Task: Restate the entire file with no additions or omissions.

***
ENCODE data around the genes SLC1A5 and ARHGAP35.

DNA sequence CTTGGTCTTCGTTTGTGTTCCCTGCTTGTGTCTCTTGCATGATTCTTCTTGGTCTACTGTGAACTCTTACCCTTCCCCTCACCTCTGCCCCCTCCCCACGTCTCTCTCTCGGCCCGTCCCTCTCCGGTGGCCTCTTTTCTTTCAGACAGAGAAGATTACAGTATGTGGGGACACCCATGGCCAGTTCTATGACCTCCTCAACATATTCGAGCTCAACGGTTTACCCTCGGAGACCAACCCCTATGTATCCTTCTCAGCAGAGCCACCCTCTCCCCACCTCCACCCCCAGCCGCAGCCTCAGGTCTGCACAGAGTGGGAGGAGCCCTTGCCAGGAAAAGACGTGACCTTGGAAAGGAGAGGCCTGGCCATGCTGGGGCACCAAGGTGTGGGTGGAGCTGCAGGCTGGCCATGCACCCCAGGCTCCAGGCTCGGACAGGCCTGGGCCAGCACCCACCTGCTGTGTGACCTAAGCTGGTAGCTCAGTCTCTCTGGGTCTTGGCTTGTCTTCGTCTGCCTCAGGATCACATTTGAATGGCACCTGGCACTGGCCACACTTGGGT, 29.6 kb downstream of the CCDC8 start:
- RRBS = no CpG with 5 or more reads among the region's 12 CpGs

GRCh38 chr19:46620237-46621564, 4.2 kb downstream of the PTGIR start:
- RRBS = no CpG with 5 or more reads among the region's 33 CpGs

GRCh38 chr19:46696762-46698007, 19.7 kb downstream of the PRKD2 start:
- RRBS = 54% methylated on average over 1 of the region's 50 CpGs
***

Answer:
ENCODE data around the genes SLC1A5 and ARHGAP35.

DNA sequence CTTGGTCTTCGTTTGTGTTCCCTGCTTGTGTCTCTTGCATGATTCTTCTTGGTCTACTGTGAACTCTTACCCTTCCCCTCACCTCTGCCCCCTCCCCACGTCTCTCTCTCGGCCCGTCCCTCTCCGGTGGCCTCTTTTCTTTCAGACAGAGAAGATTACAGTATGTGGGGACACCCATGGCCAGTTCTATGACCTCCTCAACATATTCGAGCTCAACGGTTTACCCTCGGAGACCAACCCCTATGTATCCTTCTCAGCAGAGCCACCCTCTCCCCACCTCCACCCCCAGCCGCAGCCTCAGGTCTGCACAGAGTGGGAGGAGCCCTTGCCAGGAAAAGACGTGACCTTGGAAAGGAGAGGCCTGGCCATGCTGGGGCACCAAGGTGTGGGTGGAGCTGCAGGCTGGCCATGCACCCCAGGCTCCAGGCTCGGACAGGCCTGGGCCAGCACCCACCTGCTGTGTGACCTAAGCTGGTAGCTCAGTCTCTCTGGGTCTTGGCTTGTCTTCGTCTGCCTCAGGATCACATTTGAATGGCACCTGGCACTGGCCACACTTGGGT, 29.6 kb downstream of the CCDC8 start:
- RRBS = no CpG with 5 or more reads among the region's 12 CpGs

GRCh38 chr19:46620237-46621564, 4.2 kb downstream of the PTGIR start:
- RRBS = no CpG with 5 or more reads among the region's 33 CpGs

GRCh38 chr19:46696762-46698007, 19.7 kb downstream of the PRKD2 start:
- RRBS = 54% methylated on average over 1 of the region's 50 CpGs